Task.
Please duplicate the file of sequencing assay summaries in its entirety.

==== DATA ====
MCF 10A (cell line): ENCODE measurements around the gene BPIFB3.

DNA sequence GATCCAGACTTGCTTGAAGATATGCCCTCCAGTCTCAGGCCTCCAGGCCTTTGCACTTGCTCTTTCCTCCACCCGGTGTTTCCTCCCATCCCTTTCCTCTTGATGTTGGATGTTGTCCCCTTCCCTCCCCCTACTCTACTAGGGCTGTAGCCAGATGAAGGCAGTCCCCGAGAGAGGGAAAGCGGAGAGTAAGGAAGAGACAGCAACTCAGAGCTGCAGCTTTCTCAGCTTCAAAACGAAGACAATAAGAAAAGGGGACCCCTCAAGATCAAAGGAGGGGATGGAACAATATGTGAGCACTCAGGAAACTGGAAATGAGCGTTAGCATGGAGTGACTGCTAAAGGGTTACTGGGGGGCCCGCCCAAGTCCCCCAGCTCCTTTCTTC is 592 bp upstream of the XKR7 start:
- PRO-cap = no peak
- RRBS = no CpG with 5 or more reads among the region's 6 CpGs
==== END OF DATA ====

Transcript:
MCF 10A (cell line): ENCODE measurements around the gene BPIFB3.

DNA sequence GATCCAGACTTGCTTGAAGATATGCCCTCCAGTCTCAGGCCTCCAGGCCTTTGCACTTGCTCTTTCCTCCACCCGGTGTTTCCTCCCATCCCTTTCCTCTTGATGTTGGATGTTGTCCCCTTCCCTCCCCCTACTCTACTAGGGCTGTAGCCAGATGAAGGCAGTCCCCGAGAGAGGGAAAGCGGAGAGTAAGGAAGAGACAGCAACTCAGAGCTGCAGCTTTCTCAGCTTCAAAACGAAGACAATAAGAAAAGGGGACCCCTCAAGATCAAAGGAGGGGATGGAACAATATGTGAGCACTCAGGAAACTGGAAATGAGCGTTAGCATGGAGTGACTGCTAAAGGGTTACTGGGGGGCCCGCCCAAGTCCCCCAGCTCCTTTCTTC is 592 bp upstream of the XKR7 start:
- PRO-cap = no peak
- RRBS = no CpG with 5 or more reads among the region's 6 CpGs